Finally, there is a local brand that is trying to glue fashion designing and a retail vibe together wholesomely. Nadia Thomas-Winter and Natalya Thomas, who are the creative minds behind Duo, said in a telephone interview that while the collection, United and Free, is culturally and Jubilee inspired, they really wanted to move away from the very saturated ethos of fashion designing in Guyana, which lingers much over the one-time-wear look. They insisted that everything must be wearable and practical and that their pieces shouldn’t occupy closet space and cause clutter. In addition, Natalya said it is for the Guyanese woman who is on the move.
The collection places its central theme on highlighting national and historic symbols and picturesque flora and fauna that fascinate many. In addition, Natalya said it was crucially important for Duo to create its own independent print for the collection so that the designs would be difficult to replicate and maximize an originality feel.
I think it’s the first time I have seen a local brand creating its own prints, apart from the fabric dyeing and painting that takes place. It’s the distinctiveness of the textile being merged with practical everyday silhouettes that makes this collection stand out miles from the rest. Another impressive vibe from the collection is that you could see some sort of thought process throughout it. The print essentially allows the pieces to become socio-political statement pieces. It develops a meaningful tie with the consumer and in some instances even a debatable twist that may upset some as the swimsuits will be carrying the St George’s Cathedral print on them; very daring and provocative, but then it’s a secular country.
Retailing the Duo Collection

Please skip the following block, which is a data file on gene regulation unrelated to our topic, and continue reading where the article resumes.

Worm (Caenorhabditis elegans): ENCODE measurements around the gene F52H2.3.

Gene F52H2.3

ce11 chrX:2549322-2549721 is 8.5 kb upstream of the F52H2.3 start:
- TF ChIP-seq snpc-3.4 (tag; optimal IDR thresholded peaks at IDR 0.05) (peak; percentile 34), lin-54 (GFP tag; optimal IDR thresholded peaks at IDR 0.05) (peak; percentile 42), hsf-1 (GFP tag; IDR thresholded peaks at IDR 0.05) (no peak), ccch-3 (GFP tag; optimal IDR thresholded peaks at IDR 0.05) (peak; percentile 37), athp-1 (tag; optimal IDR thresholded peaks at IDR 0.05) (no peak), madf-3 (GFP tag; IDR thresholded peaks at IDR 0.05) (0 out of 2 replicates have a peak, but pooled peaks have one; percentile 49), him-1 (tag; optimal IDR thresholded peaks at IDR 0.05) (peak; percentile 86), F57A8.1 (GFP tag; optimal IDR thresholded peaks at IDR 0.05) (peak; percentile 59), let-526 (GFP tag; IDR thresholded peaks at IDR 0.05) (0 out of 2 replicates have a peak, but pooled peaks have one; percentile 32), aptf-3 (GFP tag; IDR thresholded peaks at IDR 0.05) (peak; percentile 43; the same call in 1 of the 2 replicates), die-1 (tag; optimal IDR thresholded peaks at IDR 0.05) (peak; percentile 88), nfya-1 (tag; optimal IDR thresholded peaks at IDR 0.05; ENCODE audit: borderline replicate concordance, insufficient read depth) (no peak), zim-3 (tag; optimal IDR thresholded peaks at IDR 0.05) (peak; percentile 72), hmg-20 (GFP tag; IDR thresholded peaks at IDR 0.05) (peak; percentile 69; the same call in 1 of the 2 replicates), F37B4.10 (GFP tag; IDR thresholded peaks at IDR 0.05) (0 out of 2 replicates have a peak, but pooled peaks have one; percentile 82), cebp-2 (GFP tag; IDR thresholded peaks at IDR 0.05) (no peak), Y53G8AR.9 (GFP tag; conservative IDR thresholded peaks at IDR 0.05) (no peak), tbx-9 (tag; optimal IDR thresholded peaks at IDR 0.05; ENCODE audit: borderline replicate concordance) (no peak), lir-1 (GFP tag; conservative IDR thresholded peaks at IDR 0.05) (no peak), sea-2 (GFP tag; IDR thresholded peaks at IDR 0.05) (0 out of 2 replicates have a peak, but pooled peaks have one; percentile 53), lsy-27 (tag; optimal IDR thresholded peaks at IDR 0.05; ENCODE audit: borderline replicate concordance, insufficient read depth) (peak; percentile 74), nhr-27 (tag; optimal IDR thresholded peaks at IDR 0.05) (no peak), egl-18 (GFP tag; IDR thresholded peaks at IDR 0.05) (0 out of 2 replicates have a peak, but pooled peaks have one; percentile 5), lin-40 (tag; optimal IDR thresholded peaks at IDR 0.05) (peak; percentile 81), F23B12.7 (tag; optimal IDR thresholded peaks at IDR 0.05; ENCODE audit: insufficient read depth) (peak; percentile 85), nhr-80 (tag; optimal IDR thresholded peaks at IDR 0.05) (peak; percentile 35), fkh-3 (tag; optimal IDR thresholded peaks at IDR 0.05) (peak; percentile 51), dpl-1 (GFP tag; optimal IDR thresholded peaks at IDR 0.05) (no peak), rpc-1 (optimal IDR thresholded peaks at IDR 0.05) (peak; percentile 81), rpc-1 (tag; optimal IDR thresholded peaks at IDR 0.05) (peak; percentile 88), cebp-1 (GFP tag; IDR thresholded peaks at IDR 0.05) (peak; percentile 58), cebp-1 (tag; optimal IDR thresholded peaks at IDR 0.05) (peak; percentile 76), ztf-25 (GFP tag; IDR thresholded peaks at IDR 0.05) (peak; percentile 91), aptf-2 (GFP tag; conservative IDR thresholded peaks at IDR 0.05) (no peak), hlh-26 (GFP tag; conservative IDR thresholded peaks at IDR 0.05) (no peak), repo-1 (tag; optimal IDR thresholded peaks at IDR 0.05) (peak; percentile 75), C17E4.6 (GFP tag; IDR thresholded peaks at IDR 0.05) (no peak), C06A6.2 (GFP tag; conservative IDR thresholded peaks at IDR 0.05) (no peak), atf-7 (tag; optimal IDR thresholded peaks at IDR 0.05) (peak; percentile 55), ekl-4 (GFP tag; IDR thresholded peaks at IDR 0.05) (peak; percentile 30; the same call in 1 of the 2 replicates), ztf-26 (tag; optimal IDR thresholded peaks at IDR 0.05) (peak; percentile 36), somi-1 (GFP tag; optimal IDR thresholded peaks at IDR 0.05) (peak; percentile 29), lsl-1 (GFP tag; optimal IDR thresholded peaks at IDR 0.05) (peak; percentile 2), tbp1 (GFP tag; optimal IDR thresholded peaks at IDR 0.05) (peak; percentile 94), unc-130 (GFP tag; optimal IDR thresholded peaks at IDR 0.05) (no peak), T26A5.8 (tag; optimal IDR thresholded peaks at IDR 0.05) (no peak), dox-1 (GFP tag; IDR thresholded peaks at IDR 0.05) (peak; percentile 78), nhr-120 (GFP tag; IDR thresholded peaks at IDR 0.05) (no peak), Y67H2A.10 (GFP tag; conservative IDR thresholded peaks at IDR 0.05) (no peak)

While most designers run their own production line, Duo will be outsourcing the factory production. Nadia stated that the collection must be retailable and accessible outside the window period of the 50th celebrations. The designs will be mass produced and made available through Amazon, local boutiques and the brand’s e-store that was scheduled to be launched by today. Nadia said that while the cuts and silhouettes are very commercial, it is equally important that they are available through effective retail channels for any collection and designer to be successful and this is often a setback for local designers. It is the poor access to the necessary retail outlets. The ranges of pieces that will be covered include: jumpsuits both long and short, shift dresses, maxi skirts and dresses, swimsuits, trousers and tops. The brand will also be carrying a shoe line. Nadia reiterated that the collection is designed in such a way that the pieces can be interchangeable in any woman’s wardrobe, which allows Duo to be a more investment- worthy brand for the 50th.
Pricing and sizing
The pieces will be available from US size 2 to US size 16 and the cost of the collection will range between US$30 and US$200. The collection has approximately 20 pieces, however only 15 will be displayed when the collection makes its debut on May 21 for the Guyana Fashion Council’s Fashion Show.
While putting out a collection for the Golden Jubilee can be seen as opportunistic, it was most pleasing to see a brand commercializing the designs with heavy intentions for retail prospects. At least someone is thinking of the business reality of fashion that many ignore. Of course I can’t legitimately comment on quality as I haven’t felt any of the pieces, however from the detailing to the fabric designing, this is shaping up to be a successful collection from my point of view.
All photos are from Duo Collection’s ‘United and Free’ line.